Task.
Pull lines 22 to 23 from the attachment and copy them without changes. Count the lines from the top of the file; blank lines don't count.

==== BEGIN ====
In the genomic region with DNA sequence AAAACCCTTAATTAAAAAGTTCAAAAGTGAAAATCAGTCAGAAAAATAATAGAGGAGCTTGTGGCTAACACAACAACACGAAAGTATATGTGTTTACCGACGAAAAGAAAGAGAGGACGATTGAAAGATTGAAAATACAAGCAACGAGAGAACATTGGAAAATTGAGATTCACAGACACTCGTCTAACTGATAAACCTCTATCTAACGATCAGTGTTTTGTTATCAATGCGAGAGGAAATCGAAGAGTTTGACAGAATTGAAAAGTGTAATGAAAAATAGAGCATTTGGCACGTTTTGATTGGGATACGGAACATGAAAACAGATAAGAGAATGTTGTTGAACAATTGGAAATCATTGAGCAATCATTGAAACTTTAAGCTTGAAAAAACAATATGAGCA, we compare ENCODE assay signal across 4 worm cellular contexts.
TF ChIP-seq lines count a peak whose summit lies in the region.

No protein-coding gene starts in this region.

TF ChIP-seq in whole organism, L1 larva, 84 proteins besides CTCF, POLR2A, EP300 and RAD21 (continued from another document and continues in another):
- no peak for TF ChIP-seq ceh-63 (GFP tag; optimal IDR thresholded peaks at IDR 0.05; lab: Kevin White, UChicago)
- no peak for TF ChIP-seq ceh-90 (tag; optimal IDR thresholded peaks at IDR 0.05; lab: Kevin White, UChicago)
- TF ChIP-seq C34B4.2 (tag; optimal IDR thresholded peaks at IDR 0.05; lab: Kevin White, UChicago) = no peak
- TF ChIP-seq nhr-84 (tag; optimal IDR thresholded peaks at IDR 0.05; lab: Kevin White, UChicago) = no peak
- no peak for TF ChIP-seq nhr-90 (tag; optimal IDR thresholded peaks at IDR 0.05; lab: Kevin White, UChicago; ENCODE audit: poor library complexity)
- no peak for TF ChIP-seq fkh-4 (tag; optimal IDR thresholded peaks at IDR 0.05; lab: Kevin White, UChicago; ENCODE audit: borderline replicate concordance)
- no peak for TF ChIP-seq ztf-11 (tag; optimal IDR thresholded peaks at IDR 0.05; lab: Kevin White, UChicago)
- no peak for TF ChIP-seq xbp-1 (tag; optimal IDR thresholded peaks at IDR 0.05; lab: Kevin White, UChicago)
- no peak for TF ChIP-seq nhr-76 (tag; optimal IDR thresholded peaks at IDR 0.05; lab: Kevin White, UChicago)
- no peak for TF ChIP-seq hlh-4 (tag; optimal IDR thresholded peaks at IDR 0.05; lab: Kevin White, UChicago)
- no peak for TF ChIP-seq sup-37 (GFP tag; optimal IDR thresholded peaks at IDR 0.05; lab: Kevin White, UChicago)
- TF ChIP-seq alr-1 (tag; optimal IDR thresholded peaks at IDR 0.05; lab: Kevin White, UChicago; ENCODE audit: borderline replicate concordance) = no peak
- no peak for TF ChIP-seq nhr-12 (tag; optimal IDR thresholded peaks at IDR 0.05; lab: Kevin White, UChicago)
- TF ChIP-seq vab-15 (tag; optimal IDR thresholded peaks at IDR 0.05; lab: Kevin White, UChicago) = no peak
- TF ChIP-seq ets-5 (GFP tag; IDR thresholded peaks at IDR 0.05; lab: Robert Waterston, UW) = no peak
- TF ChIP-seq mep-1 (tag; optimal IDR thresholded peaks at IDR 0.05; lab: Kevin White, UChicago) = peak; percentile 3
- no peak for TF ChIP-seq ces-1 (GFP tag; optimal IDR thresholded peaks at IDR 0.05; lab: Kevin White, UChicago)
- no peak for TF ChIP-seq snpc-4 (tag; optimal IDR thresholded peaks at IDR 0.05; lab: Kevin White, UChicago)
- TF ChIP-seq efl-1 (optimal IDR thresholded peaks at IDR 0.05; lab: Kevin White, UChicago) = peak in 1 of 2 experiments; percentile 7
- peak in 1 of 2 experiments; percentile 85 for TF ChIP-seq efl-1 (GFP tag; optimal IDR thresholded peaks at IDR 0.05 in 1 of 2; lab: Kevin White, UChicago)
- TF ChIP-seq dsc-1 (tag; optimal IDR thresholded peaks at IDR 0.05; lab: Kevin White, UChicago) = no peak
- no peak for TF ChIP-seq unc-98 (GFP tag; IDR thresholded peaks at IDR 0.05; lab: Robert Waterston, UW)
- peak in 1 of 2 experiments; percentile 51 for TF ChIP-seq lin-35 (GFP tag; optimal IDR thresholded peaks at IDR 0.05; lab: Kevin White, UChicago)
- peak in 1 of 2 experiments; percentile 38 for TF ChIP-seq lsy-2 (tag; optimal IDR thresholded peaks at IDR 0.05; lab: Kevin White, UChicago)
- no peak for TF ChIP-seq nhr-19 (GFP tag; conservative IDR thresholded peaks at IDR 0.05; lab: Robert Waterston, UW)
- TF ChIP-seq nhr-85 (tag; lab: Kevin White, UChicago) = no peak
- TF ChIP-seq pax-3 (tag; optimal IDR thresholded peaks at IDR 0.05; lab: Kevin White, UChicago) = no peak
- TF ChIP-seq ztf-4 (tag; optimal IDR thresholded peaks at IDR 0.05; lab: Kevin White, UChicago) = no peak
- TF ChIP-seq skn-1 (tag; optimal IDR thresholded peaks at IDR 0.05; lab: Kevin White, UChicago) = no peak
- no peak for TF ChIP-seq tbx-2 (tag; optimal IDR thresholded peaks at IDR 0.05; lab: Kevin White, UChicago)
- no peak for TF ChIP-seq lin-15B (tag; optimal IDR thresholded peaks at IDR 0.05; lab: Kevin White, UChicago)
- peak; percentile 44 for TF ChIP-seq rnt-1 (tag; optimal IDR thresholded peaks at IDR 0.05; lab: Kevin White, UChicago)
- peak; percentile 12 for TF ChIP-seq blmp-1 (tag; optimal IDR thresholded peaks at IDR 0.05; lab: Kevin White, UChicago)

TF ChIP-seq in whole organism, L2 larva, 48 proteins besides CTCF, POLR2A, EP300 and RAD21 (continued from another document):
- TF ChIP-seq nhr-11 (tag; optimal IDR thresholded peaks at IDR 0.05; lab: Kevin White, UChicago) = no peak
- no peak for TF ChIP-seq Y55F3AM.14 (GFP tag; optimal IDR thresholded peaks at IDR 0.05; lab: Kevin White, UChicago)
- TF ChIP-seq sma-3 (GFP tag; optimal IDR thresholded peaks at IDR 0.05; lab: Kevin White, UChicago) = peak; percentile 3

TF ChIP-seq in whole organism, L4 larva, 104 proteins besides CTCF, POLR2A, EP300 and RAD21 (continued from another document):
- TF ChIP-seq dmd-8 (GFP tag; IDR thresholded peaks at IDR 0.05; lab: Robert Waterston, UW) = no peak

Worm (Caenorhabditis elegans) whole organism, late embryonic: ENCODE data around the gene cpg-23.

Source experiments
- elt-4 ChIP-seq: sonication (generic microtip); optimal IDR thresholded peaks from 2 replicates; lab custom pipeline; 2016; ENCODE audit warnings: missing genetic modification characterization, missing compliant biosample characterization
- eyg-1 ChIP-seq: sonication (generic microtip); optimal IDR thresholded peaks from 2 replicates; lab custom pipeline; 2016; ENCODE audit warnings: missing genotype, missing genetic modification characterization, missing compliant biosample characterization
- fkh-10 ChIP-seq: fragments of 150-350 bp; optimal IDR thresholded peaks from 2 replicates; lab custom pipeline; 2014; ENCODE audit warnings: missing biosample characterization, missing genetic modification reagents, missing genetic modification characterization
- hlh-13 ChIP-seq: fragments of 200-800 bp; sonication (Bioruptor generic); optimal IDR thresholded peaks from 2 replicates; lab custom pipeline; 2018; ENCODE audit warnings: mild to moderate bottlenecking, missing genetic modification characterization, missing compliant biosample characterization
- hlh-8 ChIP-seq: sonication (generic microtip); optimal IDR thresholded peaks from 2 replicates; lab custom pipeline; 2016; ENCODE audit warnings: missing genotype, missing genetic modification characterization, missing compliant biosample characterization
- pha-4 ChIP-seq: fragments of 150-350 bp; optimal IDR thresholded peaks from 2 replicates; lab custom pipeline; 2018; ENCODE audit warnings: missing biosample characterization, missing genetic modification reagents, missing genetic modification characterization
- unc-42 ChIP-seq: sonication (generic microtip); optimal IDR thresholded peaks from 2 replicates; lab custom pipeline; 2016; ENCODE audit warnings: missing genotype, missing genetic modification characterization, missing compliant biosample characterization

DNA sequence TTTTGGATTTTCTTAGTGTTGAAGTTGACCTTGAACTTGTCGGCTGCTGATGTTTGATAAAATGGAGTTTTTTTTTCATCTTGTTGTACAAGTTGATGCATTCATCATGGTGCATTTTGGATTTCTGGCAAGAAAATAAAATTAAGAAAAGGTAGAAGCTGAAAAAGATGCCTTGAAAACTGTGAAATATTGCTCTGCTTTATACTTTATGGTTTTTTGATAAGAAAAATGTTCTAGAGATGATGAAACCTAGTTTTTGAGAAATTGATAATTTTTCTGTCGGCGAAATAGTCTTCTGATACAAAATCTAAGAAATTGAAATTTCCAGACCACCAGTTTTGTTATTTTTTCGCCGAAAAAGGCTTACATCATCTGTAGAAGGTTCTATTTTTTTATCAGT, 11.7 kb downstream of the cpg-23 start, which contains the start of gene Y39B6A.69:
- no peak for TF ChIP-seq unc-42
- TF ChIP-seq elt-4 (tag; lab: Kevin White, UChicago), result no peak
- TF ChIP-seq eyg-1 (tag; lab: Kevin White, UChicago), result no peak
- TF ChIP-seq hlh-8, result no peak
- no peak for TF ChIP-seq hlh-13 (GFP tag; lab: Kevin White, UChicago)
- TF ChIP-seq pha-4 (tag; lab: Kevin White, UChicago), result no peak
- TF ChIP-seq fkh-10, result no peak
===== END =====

- no peak for TF ChIP-seq snpc-4 (tag; optimal IDR thresholded peaks at IDR 0.05; lab: Kevin White, UChicago)
- TF ChIP-seq efl-1 (optimal IDR thresholded peaks at IDR 0.05; lab: Kevin White, UChicago) = peak in 1 of 2 experiments; percentile 7